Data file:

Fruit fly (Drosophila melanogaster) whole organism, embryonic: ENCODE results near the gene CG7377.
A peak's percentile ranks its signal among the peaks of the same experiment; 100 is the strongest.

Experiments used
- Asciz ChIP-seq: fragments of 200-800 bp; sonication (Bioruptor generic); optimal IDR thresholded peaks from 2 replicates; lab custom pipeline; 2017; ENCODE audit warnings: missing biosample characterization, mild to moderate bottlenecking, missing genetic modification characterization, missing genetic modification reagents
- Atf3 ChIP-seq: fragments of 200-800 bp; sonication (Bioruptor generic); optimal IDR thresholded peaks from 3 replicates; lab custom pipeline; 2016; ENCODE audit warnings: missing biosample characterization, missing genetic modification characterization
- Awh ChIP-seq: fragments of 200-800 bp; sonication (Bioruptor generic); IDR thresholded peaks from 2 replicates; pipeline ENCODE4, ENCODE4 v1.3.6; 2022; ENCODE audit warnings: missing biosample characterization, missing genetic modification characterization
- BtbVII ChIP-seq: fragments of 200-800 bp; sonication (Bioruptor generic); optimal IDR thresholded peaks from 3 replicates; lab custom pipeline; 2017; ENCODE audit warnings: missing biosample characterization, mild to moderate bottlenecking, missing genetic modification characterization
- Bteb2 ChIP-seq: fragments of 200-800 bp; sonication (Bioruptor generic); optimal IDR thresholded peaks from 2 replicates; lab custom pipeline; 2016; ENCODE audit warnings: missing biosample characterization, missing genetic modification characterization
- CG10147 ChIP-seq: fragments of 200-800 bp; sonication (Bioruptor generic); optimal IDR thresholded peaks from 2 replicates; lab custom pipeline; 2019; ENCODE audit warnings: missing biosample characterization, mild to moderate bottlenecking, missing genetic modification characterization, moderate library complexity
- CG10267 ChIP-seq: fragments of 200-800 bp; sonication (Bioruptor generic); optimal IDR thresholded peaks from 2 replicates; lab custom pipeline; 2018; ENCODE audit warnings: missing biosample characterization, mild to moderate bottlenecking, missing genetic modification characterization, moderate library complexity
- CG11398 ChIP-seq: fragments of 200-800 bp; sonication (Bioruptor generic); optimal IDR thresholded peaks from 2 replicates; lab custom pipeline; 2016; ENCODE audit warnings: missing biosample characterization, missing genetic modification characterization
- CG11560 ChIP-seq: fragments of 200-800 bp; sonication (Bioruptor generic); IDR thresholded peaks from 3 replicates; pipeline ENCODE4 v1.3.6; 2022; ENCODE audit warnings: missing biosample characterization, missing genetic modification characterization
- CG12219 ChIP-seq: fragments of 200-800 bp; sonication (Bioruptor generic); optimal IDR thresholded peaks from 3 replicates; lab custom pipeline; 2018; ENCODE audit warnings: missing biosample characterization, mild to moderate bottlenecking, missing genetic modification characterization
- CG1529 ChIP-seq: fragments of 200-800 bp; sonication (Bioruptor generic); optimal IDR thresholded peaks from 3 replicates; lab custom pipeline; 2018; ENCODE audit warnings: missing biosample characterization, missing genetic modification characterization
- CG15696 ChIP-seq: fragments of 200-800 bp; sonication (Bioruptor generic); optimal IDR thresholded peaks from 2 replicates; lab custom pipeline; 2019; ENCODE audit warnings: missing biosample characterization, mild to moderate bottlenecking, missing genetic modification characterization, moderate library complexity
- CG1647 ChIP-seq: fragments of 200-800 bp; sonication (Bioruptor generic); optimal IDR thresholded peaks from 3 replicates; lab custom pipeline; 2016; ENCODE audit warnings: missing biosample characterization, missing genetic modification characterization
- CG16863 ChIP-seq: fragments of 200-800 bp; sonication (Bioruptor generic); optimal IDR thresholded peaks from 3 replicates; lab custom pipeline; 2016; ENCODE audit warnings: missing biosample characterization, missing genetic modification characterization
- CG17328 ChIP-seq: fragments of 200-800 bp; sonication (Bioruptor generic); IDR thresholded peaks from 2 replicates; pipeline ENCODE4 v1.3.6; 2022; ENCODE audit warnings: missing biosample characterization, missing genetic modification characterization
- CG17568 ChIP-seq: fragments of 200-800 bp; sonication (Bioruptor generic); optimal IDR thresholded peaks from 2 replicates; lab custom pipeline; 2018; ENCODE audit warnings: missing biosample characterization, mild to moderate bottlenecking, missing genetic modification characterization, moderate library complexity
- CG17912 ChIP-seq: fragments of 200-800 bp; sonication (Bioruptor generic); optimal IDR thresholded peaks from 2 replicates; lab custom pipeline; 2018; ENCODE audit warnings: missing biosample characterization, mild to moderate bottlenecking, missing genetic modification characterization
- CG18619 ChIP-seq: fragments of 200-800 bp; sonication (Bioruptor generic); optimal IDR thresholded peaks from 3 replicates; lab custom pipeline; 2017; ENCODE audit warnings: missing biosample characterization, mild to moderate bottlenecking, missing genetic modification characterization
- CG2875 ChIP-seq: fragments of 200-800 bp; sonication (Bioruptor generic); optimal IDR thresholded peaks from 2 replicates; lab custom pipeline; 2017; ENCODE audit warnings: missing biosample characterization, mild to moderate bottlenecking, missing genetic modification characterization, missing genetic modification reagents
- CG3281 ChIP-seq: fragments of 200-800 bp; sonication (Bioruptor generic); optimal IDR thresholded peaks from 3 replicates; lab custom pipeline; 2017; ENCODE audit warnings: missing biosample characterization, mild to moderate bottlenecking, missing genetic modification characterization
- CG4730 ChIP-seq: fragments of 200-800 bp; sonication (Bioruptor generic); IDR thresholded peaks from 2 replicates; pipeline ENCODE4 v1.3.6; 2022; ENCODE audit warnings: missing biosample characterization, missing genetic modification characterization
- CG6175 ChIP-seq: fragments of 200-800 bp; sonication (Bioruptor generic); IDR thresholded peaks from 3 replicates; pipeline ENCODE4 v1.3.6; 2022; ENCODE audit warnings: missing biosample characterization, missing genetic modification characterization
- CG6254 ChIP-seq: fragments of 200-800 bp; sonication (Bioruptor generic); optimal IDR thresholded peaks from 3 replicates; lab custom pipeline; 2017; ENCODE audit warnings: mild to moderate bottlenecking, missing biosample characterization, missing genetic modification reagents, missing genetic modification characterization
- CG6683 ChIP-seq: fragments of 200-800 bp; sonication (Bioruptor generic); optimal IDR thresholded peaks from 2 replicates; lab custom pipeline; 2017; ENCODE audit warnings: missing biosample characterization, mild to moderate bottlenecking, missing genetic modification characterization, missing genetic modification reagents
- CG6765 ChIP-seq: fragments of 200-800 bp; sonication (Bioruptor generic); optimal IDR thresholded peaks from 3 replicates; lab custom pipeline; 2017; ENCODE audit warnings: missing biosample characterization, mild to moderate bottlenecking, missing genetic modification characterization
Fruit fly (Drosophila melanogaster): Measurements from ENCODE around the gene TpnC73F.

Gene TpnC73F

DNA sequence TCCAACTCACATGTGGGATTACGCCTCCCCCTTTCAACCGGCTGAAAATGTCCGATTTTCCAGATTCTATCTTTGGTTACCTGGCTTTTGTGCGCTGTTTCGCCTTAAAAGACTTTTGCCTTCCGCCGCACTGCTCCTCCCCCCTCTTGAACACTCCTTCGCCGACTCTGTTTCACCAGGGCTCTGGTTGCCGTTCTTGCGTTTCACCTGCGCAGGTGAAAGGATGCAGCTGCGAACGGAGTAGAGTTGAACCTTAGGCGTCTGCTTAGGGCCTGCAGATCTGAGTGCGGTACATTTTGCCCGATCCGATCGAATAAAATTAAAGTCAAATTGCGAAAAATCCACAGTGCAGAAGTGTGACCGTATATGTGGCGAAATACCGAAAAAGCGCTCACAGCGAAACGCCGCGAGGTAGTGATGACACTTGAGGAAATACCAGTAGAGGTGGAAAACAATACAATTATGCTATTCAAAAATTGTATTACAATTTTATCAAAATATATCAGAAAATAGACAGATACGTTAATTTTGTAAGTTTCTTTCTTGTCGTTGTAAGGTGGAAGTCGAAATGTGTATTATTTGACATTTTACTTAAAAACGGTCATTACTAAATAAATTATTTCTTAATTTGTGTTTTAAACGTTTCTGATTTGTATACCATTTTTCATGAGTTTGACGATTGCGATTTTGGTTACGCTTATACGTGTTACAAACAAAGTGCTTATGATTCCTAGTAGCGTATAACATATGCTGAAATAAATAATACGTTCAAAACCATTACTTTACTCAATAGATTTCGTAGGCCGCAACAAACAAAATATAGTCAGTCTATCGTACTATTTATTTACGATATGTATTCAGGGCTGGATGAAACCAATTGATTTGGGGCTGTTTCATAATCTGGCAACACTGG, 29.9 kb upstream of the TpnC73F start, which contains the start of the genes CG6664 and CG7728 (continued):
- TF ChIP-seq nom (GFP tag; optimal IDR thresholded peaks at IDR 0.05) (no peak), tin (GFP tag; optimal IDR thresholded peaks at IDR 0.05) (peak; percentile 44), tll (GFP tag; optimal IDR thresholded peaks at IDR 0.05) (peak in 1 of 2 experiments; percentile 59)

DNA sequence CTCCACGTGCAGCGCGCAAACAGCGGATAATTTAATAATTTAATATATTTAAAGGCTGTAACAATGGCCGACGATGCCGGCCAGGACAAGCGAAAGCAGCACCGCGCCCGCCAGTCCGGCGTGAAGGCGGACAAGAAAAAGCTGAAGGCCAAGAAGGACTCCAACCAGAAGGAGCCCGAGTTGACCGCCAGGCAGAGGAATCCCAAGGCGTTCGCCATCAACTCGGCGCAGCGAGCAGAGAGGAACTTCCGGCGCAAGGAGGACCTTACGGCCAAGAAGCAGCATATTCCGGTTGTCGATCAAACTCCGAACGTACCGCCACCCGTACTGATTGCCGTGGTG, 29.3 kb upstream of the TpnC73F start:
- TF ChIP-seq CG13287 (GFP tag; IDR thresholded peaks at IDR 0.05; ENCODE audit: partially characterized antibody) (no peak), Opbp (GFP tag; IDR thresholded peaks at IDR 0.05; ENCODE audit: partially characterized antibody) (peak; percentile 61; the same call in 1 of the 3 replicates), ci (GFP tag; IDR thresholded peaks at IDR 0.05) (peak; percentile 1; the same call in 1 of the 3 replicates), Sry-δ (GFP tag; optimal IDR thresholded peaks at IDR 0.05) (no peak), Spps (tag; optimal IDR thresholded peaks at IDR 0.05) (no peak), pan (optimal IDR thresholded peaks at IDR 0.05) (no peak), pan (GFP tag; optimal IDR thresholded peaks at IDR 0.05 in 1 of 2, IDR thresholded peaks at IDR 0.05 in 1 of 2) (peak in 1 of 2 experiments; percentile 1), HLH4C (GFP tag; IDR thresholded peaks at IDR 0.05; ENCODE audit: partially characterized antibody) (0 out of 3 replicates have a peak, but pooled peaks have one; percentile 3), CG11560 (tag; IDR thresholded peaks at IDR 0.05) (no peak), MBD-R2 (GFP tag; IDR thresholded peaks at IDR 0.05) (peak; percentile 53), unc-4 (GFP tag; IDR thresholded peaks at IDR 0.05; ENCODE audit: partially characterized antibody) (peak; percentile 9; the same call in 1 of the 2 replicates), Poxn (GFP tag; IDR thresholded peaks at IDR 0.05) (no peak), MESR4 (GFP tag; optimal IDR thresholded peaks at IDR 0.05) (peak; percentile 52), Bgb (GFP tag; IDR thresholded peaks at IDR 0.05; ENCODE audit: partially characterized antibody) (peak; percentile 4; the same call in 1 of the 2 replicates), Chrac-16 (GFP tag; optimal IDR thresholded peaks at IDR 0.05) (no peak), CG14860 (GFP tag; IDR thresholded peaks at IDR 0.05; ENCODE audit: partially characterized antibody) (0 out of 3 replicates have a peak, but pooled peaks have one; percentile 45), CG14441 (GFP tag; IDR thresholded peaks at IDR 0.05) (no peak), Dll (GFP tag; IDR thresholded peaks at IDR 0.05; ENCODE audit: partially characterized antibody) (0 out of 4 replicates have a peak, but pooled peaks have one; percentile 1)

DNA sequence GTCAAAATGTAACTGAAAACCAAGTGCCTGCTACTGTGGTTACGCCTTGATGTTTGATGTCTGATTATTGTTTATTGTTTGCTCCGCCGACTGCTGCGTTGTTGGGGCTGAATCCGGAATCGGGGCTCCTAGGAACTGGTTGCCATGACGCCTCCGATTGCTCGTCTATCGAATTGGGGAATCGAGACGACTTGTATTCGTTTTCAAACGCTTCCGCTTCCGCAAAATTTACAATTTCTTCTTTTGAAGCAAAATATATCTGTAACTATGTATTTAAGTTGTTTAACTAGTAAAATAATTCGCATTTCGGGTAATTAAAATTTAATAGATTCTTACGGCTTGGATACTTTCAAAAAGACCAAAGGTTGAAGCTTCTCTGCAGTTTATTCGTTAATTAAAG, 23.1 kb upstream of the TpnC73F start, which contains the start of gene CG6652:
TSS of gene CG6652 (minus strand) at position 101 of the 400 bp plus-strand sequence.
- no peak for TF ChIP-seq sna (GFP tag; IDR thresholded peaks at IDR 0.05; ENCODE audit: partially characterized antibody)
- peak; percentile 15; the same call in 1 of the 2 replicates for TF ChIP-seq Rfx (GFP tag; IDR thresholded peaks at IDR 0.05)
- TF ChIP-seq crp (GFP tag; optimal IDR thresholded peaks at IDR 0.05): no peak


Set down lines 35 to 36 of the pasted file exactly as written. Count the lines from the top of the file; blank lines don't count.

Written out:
DNA sequence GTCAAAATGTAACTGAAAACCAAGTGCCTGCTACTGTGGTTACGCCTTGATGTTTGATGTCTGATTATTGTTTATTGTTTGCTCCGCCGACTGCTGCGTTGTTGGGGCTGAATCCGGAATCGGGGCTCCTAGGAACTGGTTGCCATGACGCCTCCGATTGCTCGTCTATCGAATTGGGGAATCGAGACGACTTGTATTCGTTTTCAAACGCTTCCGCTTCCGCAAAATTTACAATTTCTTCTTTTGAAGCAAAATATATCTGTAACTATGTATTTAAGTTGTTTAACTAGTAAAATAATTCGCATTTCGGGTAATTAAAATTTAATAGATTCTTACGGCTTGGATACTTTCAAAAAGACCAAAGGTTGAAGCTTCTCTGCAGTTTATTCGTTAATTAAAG, 23.1 kb upstream of the TpnC73F start, which contains the start of gene CG6652:
TSS of gene CG6652 (minus strand) at position 101 of the 400 bp plus-strand sequence.